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Romney and Jindal: The no tea for two team
Written by  // Tuesday, 15 May 2012 23:20 //

jindals-book2On my nightly cruise of the news talk shows of Fox, CNN and MSNBC, I happened to sit a spell watching a discussion on the latter’s network about the possibilities of our own Louisiana Governor Bobby Jindal for Romney’s veep choice.

I have frequently seen Jindal on Fox news chiming in on national issues such as how miserable President Obama is doing as President and how Rick Perry, sorry, Mitt Romney is such a great choice.

On my nightly cruise of the news talk shows of Fox, CNN and MSNBC, I happened to sit a spell watching a discussion on the latter’s network about the possibilities of our own Louisiana Governor Bobby Jindal for Romney’s veep choice.

I have frequently seen Jindal on Fox news chiming in on national issues such as how miserable President Obama is doing as President and how Rick Perry, sorry, Mitt Romney is such a great choice.

I know the Governor recently said that Obama never ran a lemonade stand so due to his lack of preparedness the Governor is warning us that we just can't afford to have wait for the current leader of the free world to engage in on the job training.

Which makes me wonder then—if Obama, after four years of being President is not qualified for the job, how the heck would a Romney-Jindal team be so experienced?

Romney has absolutely no experience in Washington which he proudly touts.  Being a former Governor from Massachusetts certainly is not training grounds for the White House, even for a conservative Republican or perhaps a RINO (take your pick).

Jindal does have four years as Louisiana governor, sometime as head of Louisiana Health and Hospitals and President of LSU, and a stint working on health issues under John Breaux plus three years as Congressman after losing to Kathleen Blanco in 2003.  He then bought a house in Jefferson Parish, over 80 miles away from his prior home--apparently so he could run for a safe seat, vacated by Republican David Vitter, for the U.S. House. 

All of this shows Bobby Jindal is not just fast at the lips.  He is fast with his feet.

Still, it also makes one wonder whether any of this really qualifies him to serve as the number two guy, one heart-beat away from the red button?

No doubt, Jindal now has more experience than Obama did when he qualified for the really big house, the one on Pennsylvania Avenue.  Plus, Jindal has something else in common with the Prez; they both wrote a book playing to national audiences touting their abilities. Perchance Jindal’s tome, Leadership and Crises, which featured Jindal during the Great BP War, might one day be as famous as John Kennedy’s Profile in Courage.    However, that one adventure in entrepreneurship as an author only puts the Louisiana Governor on par with the current President in terms of lack of business practical experience of not running a lemonade stand.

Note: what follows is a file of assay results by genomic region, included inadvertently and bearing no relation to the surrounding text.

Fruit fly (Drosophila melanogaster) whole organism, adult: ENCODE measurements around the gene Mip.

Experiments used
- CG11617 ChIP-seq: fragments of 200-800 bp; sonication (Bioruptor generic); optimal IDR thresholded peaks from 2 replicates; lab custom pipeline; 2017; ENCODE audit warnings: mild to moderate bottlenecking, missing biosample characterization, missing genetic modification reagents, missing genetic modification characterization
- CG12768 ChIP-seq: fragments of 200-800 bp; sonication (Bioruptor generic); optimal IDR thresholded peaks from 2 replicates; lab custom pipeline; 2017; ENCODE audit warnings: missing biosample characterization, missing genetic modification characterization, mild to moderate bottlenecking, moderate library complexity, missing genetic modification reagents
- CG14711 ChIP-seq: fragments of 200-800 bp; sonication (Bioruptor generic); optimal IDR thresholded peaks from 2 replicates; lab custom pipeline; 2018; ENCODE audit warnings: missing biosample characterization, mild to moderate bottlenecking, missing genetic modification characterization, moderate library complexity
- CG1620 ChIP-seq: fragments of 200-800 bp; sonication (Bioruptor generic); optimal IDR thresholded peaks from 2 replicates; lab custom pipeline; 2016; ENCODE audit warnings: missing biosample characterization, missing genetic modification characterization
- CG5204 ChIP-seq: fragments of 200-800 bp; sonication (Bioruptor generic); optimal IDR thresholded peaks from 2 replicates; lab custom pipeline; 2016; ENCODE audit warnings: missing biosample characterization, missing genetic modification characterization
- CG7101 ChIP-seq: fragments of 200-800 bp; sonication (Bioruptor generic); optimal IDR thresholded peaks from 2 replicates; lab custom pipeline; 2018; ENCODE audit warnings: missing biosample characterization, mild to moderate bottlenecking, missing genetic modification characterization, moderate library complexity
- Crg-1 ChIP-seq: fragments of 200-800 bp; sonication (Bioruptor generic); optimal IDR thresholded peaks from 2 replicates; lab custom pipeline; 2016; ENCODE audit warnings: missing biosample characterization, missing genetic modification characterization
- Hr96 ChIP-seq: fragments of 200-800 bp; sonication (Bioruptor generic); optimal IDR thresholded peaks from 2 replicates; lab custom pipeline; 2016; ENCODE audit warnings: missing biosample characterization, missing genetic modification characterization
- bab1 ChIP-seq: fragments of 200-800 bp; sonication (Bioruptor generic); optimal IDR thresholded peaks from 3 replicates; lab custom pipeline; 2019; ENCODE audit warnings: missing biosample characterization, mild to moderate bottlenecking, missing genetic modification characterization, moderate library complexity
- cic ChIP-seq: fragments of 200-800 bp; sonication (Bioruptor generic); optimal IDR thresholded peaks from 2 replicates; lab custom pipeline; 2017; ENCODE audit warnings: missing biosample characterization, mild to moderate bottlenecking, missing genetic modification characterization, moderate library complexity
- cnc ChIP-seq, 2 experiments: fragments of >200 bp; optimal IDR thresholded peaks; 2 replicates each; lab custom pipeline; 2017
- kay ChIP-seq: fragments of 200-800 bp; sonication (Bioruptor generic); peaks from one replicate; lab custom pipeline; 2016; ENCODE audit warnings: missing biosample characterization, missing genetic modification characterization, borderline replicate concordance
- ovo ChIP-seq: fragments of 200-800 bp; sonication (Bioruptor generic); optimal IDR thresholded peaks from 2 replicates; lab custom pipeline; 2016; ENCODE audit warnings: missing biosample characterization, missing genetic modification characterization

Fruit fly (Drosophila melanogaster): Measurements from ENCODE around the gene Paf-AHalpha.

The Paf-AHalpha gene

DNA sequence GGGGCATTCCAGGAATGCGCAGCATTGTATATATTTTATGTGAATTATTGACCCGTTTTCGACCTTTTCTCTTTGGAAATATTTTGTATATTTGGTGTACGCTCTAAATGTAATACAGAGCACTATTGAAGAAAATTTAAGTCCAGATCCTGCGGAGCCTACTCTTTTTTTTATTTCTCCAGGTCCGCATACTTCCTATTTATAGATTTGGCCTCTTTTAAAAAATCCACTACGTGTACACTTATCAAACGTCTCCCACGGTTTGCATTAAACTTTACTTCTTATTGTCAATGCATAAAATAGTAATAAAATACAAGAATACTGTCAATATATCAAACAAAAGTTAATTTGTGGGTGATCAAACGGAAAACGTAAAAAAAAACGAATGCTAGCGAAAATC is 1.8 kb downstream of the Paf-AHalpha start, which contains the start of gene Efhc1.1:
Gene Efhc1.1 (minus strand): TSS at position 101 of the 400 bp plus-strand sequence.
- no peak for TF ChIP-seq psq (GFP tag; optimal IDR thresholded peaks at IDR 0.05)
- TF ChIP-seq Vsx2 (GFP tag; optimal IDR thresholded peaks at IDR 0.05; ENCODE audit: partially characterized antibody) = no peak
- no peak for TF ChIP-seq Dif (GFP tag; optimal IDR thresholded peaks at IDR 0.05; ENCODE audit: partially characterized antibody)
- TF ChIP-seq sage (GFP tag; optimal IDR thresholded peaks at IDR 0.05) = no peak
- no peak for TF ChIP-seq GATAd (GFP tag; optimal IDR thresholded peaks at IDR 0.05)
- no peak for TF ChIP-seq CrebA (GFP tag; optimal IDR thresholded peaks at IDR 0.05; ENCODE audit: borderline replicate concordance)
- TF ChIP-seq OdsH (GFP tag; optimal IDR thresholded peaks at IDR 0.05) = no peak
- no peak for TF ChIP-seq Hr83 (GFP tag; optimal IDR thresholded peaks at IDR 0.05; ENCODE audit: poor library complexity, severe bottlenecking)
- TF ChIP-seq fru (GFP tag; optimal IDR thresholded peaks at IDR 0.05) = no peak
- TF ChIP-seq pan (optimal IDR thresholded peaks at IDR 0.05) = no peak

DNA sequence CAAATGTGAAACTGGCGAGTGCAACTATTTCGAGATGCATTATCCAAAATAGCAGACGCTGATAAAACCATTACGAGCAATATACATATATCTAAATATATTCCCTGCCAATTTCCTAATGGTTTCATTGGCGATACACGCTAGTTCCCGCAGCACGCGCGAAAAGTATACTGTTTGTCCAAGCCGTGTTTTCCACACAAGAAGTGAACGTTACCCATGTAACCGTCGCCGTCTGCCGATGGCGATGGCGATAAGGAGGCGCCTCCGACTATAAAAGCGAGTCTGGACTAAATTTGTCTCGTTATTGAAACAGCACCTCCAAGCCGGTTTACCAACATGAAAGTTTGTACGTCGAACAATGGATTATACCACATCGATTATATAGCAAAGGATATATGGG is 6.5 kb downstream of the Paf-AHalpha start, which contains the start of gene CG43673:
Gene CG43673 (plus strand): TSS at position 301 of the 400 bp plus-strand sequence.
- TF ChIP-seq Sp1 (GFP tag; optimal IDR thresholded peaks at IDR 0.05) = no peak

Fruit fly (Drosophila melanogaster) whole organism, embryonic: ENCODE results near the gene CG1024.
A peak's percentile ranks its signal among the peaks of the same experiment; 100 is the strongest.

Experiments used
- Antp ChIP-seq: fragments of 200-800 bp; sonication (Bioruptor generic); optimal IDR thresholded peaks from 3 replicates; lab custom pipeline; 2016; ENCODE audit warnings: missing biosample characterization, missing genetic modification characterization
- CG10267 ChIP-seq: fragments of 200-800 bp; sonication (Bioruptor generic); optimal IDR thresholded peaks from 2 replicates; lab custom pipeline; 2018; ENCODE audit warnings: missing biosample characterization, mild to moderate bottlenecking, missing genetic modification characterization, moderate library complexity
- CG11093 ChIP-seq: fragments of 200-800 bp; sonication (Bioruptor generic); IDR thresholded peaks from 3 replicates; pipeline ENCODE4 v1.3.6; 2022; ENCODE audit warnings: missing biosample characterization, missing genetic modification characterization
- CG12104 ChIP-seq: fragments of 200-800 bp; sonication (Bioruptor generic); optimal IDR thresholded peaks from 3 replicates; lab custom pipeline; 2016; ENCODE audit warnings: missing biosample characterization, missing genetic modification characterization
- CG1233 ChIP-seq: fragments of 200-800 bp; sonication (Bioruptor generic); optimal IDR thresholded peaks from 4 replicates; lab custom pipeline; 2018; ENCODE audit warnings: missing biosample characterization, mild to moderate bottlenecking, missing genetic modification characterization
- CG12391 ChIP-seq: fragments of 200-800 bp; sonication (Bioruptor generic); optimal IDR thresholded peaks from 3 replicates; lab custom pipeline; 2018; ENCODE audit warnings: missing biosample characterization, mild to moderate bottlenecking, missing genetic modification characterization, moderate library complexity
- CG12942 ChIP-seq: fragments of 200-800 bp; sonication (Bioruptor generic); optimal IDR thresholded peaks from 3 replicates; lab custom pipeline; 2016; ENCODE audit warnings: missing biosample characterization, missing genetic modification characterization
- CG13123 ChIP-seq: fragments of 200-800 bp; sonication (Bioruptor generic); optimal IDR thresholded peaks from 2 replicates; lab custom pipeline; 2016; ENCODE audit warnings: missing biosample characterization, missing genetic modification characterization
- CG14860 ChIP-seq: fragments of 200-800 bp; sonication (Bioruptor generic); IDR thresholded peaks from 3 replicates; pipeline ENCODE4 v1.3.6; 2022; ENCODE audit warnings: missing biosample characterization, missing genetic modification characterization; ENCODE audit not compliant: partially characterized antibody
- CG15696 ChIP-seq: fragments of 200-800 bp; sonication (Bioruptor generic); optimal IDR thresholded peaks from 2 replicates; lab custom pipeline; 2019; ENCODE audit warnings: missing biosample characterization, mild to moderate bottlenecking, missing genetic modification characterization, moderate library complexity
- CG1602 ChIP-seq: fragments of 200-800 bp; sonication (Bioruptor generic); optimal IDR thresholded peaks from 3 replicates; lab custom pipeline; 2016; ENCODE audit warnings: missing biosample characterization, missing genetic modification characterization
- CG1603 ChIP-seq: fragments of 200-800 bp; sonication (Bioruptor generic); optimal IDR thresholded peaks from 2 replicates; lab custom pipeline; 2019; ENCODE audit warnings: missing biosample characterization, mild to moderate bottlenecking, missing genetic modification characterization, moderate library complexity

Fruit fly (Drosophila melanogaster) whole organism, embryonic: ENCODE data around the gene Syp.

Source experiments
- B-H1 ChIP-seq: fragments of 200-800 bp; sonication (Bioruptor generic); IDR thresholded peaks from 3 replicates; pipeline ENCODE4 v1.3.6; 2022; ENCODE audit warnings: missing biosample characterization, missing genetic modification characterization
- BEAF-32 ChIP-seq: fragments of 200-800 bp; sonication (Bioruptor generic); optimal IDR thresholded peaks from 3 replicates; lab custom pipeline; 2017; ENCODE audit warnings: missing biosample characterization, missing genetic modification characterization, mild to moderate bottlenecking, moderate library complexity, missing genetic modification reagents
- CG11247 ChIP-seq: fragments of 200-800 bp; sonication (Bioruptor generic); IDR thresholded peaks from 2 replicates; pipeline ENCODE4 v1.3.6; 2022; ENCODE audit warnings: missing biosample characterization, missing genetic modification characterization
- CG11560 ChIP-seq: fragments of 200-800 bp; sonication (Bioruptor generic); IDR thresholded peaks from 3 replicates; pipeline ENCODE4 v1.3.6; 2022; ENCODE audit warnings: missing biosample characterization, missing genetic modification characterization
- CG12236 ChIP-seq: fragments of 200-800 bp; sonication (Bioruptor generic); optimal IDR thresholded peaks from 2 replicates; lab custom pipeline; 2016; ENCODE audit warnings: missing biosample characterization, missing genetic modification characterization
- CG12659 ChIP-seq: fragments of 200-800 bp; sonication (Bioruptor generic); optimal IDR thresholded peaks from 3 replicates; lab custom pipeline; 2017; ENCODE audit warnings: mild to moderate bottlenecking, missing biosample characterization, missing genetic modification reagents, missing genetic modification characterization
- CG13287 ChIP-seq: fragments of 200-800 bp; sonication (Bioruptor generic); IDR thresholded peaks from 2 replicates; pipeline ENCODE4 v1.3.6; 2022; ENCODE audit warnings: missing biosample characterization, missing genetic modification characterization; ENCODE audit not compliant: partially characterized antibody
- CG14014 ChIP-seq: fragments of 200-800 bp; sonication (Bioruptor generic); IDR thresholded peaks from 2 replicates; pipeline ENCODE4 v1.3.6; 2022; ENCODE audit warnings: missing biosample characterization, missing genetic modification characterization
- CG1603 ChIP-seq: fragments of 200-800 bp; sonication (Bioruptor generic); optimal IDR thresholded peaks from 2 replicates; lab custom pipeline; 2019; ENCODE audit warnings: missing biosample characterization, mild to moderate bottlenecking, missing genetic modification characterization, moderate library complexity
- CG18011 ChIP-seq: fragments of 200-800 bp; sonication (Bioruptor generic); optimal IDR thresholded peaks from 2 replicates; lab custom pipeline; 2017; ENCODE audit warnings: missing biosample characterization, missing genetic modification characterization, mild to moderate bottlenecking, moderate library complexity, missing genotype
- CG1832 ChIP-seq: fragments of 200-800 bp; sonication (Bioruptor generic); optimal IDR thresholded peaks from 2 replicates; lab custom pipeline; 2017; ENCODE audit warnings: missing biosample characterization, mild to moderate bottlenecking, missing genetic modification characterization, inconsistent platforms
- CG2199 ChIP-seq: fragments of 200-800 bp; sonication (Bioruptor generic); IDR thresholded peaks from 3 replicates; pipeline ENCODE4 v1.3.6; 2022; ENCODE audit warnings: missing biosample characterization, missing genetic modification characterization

But what might really do Governor Jindal in nationally is his ability to balance the budget.  Right now, he is being made mince-meat by former liberal, now conservative, Louisiana Treasurer John Kennedy.  Also, now U.S. Senator and perhaps likely candidate for the Governor’s mansion, David Vitter is pinning Jindal’s ears against the legislative wall on various issues including the budget which is out of balance. 

Both of those state political heavyweights are outing Jindal as a fiscal moderate conservative, not made of Tea Party cloth fabric.  Those credentials simply won’t work in the world of the right-minded right-wingers who already view Romney with disdain, suspicion and contempt.   While Jindal is the darling of the Charter School and the state properties for sale bunch, Grover Norquist and some social conservatives, he just does not have the bonafides needed to prop up Romney in the minds and hearts of the Republican activists.

However, don’t count the Louisiana Governor out.  Bobby Jindal is a fast-talker, perfect for national TV.  He is also truly a master at public relations, something Romney sorely could use.  Despite Jindal’s national rhetoric that Louisiana would never follow the “Washington Way”, that federal money is the curse of the devil, he is quite adept in using it for balancing budgets of the past then appearing on Fox TV blasting Democrats for their willingness to cave into European socialism at its worse.

The truth is—with his penchant to use of one-time money to fix budget holes as well as his focus upon privatizing government services such as prisons, Jindal is the high-priest of voodoo economics and who would know voodoo better than one from Louisiana?

Actually, in many ways, Jindal really is what is needed in Washington despite all the rhetoric that he or someone like him is not.   The country is being stretched by the radicals of the left and the right.  We’ve been on the brink of fiscal disaster with the debt ceiling crises because two sides refused to give.   The Washington Way right now is truly dysfunctional with the extremes consuming the political middle.

Jindal, despite all of his protestations, on the issue of government money, has a track record of taking the middle ground—far left of the strident far right.  He is also far right of the ridiculous far left.  While that might not make the Tea Party types and ultra-fiscal conservatives happy, as the nation is today, severed by the extremes, Jindal’s pragmatics is not the worse way--for Washington or Louisiana today.

stephen-sabludowskyby Stephen Sabludowsky, Publisher of Bayoubuzz.com

 

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